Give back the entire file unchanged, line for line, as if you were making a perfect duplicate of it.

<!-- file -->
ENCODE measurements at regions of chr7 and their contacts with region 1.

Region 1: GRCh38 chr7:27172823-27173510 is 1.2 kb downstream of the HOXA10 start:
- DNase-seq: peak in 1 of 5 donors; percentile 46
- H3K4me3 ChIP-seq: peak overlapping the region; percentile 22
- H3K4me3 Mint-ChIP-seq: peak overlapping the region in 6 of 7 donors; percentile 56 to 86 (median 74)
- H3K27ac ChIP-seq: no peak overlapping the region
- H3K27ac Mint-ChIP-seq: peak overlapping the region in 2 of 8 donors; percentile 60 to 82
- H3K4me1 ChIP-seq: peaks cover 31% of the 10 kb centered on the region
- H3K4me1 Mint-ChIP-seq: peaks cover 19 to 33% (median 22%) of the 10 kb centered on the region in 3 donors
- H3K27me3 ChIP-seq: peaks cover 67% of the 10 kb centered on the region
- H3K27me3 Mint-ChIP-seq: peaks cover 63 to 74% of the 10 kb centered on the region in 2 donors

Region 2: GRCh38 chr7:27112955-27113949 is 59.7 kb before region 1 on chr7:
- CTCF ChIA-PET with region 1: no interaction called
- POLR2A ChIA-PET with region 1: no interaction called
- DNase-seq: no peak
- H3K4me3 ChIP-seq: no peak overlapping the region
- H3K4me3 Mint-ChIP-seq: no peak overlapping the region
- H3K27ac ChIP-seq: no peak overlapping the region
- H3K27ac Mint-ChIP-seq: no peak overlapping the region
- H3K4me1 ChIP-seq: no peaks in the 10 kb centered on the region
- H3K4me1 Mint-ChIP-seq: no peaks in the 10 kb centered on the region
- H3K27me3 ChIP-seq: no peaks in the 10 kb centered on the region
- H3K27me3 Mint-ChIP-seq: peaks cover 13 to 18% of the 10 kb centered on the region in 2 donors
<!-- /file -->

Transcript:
ENCODE measurements at regions of chr7 and their contacts with region 1.

Region 1: GRCh38 chr7:27172823-27173510 is 1.2 kb downstream of the HOXA10 start:
- DNase-seq: peak in 1 of 5 donors; percentile 46
- H3K4me3 ChIP-seq: peak overlapping the region; percentile 22
- H3K4me3 Mint-ChIP-seq: peak overlapping the region in 6 of 7 donors; percentile 56 to 86 (median 74)
- H3K27ac ChIP-seq: no peak overlapping the region
- H3K27ac Mint-ChIP-seq: peak overlapping the region in 2 of 8 donors; percentile 60 to 82
- H3K4me1 ChIP-seq: peaks cover 31% of the 10 kb centered on the region
- H3K4me1 Mint-ChIP-seq: peaks cover 19 to 33% (median 22%) of the 10 kb centered on the region in 3 donors
- H3K27me3 ChIP-seq: peaks cover 67% of the 10 kb centered on the region
- H3K27me3 Mint-ChIP-seq: peaks cover 63 to 74% of the 10 kb centered on the region in 2 donors

Region 2: GRCh38 chr7:27112955-27113949 is 59.7 kb before region 1 on chr7:
- CTCF ChIA-PET with region 1: no interaction called
- POLR2A ChIA-PET with region 1: no interaction called
- DNase-seq: no peak
- H3K4me3 ChIP-seq: no peak overlapping the region
- H3K4me3 Mint-ChIP-seq: no peak overlapping the region
- H3K27ac ChIP-seq: no peak overlapping the region
- H3K27ac Mint-ChIP-seq: no peak overlapping the region
- H3K4me1 ChIP-seq: no peaks in the 10 kb centered on the region
- H3K4me1 Mint-ChIP-seq: no peaks in the 10 kb centered on the region
- H3K27me3 ChIP-seq: no peaks in the 10 kb centered on the region
- H3K27me3 Mint-ChIP-seq: peaks cover 13 to 18% of the 10 kb centered on the region in 2 donors